Supervisors often face difficult situations when managing employees who are struggling with performance issues, conflict, or personal problems. The following questions are common issues The Village EAP helps answer:
- I would like my employee to talk to a counselor about their workplace performance issues, but I do not want it to go on their record. What can I do?
- I am uncomfortable talking to the employees I supervise about disciplinary issues. Can The Village EAP help?
- Can I mandate that a troubled employee attend EAP sessions as a requirement to keep their job?
- Can I make a supervisory referral out of concern for an employee’s well-being, even if there are currently no documented performance issues?
- I sometimes have to play “referee” between employees in conflict and feel like I am in over my head. What kind of services does The Village EAP offer to help me?
Q&A for Supervisors
Q: I would like my employee to talk to a counselor about their workplace performance issues, but I do not want it to go on their record. What can I do?
A: You can encourage your employee to call the EAP for what is called an “informal referral.” The client can call us to set up services to see someone; however, the employer will not know that they called as we cannot release the information due to confidentiality purposes. If there isn’t any improvement, the employer can call our Supervisor Helpline at 1-800-627-8220 for more information and suggestions.
Q: I am uncomfortable talking to the employees I supervise about disciplinary issues. Can The Village EAP help?
A: Yes, The Village EAP can help and in several ways:
- You can call the Supervisor Helpline at 1-800-627-8220 and speak with one of our experts about your concerns and how to have a disciplinary discussion with a supervisee
- You can make an appointment with an EAP counselor who can assist you in preparing for these difficult conversations
- Your business or organization can have The Village EAP provide supervisory training on constructive confrontation. There are also additional resources including management coaching, leadership development, and other training topics that can assist in improving supervisor and management skills.
A: If the employee's issue is related to their performance, then no, you cannot require that they attend EAP sessions to remain employed. As a part of their performance improvement plan, you can formally refer your employee to The Village EAP, and this referral can connect the employee with the resources and support needed to help them meet their performance objectives. However the decision on whether to retain the employee needs to be based on performance improvement, not whether they attended a counseling session.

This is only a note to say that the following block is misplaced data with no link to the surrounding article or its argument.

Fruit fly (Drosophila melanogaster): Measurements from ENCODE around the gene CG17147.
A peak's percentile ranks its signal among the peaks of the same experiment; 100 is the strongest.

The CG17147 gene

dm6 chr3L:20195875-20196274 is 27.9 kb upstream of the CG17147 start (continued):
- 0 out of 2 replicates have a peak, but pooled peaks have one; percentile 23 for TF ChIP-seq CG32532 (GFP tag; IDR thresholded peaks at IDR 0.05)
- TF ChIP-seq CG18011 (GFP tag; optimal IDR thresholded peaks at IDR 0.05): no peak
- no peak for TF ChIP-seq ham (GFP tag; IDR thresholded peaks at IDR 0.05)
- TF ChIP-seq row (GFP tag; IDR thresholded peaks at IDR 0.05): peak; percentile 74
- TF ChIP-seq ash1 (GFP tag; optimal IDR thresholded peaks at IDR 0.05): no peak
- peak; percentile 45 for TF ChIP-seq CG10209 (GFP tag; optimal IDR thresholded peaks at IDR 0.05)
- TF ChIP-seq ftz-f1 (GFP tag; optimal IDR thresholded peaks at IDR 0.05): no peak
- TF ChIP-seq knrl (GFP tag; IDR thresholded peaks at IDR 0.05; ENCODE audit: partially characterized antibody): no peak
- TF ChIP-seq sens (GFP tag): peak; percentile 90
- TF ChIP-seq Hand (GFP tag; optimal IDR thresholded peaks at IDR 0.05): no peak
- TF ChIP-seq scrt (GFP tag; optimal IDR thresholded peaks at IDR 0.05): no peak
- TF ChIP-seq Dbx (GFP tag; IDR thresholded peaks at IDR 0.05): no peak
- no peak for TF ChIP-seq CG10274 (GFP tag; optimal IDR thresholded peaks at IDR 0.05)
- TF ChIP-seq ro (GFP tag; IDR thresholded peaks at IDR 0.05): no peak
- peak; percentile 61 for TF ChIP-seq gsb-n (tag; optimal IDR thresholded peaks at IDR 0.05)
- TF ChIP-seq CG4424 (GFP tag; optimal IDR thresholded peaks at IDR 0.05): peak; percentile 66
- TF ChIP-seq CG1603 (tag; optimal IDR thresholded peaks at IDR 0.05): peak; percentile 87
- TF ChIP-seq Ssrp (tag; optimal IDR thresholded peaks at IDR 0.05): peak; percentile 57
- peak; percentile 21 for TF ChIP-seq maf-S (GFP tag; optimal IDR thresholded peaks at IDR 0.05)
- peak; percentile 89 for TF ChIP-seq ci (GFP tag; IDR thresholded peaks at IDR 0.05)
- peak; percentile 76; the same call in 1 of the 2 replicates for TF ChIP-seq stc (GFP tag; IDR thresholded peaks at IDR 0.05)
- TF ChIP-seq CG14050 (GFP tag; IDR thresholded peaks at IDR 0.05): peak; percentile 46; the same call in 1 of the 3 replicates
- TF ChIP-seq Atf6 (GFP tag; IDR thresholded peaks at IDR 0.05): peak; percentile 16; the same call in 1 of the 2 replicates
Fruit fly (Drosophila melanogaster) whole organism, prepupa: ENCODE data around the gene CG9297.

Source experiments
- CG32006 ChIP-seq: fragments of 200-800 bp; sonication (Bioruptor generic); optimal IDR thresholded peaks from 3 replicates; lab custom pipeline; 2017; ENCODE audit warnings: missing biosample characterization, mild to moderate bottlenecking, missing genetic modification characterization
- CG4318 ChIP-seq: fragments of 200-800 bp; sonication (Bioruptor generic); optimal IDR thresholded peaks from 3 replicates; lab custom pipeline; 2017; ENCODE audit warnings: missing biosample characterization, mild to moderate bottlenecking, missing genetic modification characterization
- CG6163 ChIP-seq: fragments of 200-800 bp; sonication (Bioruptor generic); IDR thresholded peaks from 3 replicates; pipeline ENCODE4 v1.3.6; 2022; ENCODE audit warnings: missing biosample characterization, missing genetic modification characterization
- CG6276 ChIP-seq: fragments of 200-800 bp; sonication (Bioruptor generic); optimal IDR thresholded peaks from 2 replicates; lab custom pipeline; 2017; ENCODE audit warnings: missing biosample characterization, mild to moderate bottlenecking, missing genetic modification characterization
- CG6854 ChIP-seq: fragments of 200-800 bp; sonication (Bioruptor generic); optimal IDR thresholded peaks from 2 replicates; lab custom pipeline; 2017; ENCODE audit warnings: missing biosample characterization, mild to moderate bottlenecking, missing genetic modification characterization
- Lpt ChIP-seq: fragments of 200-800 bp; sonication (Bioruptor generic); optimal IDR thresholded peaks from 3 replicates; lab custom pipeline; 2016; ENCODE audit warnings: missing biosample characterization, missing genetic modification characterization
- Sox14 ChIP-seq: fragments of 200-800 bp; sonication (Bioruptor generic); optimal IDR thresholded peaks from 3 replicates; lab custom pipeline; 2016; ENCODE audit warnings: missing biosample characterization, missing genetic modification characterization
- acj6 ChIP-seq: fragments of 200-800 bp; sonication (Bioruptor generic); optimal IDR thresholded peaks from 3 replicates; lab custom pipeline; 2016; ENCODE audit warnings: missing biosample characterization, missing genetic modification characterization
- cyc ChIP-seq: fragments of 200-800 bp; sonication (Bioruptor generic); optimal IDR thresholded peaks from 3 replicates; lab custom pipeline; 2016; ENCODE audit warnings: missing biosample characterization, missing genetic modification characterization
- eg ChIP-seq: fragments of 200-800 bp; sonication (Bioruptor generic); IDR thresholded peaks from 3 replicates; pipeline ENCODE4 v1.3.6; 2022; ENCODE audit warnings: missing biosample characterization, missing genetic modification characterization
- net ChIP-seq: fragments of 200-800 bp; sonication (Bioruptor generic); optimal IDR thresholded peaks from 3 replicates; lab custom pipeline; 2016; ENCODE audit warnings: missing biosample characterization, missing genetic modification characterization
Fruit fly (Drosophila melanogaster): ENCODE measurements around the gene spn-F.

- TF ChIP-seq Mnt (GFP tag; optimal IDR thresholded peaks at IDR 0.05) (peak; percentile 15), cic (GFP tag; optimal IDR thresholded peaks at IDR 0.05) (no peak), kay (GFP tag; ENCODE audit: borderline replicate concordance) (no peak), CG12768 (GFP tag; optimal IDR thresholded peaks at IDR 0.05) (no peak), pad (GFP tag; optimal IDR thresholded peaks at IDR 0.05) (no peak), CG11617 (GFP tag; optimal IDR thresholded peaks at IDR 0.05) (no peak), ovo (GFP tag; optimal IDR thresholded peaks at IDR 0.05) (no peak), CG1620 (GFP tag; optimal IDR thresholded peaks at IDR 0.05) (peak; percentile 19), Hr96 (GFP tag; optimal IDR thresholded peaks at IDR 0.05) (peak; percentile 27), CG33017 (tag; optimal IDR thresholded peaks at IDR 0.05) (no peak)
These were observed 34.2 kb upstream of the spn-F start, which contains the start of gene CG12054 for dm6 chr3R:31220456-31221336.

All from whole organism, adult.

In instances of Drug-Free Work Place (DFWP) or Department of Transportation (DOT) violations, your organizational policy will govern the required steps to maintain employment. For example, your policy may state an employee must complete a chemical dependency evaluation and follow through on any recommended programming. If the employee fails to do so, this would be a violation of your organizational policy and therefore, may be grounds for termination.
It is critical that you, as an employer, are familiar with your organizational policy and any state and federal regulations, follow them, and require employees who are referred for violating those regulations to comply with all recommendations before allowing them back to safety-sensitive duties.
Q: Can I make a supervisory referral out of concern for an employee’s well-being, even if there are currently no documented performance issues?
A: Yes, you can encourage employees to seek assistance and support through The Village Employee Assistance Program. This is called an Informal Referral, which is recommended when there are no performance issues but you are concerned about your employee. The Informal Referral process consists of reminding the employee about the availability of confidential, helpful services through the EAP. However, informally referred employees are not required to follow through with this type of referral, and supervisors receive no feedback from EAP staff regarding the nature of services received.
A Formal Referral provides supervisor updates and case management, and is only appropriate when there are documented performance issues.
Q: I sometimes have to play “referee” between employees in conflict and feel like I am in over my head. What kind of services does The Village EAP offer to help me?
A: Conflict in the workplace can be challenging to manage. When you feel overwhelmed, call the Supervisor Helpline at 1-800-627-8220. A trained and experienced professional with The Village Business Institute can offer insight and help you develop a strategy to handle the conflict at hand. If the nature of the conflict requires a more in-depth approach, we can assist with mediation, organizational assessments, or training to increase effectiveness and reduce conflict in the workplace.